Thought for the Day: Rosh Hashana 2020
Re-evaluation – a New Year paradigm shift
That’s the word I hear most often to describe a stoic response to the Coronavirus.
But, there’s a problem with resilience. The original Latin means ‘to recoil or rebound’. Resilience suggests that we can spring back to where we were before – something which, usually, is simply not possible. Whatever ordeal we’ve endured, the future presents a fresh reality. In Coronavirus terms, it’s our ‘new normal’.
In Hebrew, we use the term ‘nechama’, which means ‘comfort or solace’. Its Biblical usage implies change, recognising that as one emerges from a traumatic experience, a paradigm shift is called for. Nechama is about becoming, not overcoming. It is not a process of closure, but disclosure – of a previously dormant perspective which now comes to the fore.
The Jewish understanding of such profound change in ourselves is shaped by Rosh Hashanah, our New Year, which commences this evening. Looking back on the previous year, we strive to take control of the way it has changed us, to empower us to embark on a new year with renewed purpose. To do this effectively, gratitude for what we have is everything. As the Talmud teaches: Who is wealthy? It’s one who is happy with what they’ve got.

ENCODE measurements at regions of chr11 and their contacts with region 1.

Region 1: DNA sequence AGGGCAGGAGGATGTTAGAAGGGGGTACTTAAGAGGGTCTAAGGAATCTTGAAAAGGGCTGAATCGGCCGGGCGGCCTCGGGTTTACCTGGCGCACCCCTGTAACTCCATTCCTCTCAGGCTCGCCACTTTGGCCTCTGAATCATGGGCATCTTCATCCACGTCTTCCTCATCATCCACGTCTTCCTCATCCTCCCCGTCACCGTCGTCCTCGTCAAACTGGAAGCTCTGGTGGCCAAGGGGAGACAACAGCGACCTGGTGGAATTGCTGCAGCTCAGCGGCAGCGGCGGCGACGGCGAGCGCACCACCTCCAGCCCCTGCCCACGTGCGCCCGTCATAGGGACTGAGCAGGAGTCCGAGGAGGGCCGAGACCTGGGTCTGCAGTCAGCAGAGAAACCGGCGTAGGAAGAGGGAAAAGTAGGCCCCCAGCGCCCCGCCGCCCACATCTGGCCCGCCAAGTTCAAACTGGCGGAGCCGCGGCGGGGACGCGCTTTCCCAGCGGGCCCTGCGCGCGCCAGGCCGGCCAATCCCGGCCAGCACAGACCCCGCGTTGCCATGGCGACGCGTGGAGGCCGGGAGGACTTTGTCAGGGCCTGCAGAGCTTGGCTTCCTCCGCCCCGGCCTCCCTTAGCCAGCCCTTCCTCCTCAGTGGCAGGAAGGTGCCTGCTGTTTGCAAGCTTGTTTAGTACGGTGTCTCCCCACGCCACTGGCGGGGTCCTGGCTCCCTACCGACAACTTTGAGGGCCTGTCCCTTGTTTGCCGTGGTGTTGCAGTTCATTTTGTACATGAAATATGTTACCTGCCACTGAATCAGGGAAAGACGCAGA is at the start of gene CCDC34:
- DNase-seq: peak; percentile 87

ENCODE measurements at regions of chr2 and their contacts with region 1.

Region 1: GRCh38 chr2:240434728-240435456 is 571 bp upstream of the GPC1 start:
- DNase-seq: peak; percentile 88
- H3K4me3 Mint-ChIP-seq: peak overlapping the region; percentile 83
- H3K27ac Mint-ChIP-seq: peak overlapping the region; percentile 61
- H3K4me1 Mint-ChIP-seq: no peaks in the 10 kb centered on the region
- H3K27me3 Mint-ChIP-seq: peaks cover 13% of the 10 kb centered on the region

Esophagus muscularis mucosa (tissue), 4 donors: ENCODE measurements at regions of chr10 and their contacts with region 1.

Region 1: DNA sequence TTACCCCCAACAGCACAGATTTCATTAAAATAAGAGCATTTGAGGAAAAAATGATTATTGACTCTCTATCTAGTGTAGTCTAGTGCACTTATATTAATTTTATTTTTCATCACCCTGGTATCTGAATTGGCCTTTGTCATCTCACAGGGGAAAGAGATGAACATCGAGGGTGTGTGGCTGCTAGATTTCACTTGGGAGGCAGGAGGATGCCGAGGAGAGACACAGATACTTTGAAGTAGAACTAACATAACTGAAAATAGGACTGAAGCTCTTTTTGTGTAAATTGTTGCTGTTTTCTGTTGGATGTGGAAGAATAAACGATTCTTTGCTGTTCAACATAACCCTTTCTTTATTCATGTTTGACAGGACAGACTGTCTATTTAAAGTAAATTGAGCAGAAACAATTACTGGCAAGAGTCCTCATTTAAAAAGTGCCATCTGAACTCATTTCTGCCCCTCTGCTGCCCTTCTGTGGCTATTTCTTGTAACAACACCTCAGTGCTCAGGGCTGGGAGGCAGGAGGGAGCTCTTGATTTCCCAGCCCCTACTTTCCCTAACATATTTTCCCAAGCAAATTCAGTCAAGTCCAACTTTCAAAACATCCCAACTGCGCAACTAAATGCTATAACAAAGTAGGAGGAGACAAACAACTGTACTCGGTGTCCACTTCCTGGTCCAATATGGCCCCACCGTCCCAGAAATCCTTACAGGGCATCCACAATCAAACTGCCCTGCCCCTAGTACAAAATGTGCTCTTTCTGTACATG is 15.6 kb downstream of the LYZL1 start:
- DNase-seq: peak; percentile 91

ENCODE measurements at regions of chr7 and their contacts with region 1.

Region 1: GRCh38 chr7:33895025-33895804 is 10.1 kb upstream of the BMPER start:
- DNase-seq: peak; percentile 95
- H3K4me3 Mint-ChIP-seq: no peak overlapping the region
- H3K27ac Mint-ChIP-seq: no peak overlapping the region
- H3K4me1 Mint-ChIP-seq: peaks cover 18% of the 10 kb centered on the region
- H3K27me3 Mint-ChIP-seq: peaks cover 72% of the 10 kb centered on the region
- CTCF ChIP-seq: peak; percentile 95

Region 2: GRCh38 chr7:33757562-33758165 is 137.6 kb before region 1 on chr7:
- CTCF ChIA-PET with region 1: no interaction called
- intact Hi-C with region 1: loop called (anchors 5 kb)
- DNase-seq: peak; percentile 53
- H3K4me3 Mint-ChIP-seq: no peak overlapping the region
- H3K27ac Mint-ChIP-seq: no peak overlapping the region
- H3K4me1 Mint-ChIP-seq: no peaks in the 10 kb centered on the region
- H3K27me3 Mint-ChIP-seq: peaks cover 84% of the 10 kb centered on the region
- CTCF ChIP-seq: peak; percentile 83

According to our tradition, our New Year is the anniversary of the creation of the very first person and, over the festival, we contemplate on the lives led by Adam and Eve, their achievements and their failings. They lost their paradise because, while blessed with the unparalleled bounties of Eden, their only desire was the one thing they couldn’t have – the forbidden fruit – and it was this which led to their downfall.
Covid-19 is prompting us to re-evaluate our lives. Instead of pining after that which is out of our reach, we can now appreciate life more than ever before, to use every moment constructively. Many people I’ve spoken to have found a renewed appreciation of family and friends, of spirituality and community, and just the simple pleasure of socialising.
“Is your glass half empty or half full?”
The answer given by the boy in Charlie Mackesy’s, “The boy, the mole, the fox and the horse” is, “I think I’m grateful to have a glass”.
Jewish tradition differentiates between fate and destiny. My fate is the hand of cards I’m dealt. My destiny is how I play that hand. In the midst of this tragic Pandemic, a good start to carving out a destiny of hope and promise is being grateful for the glass we have.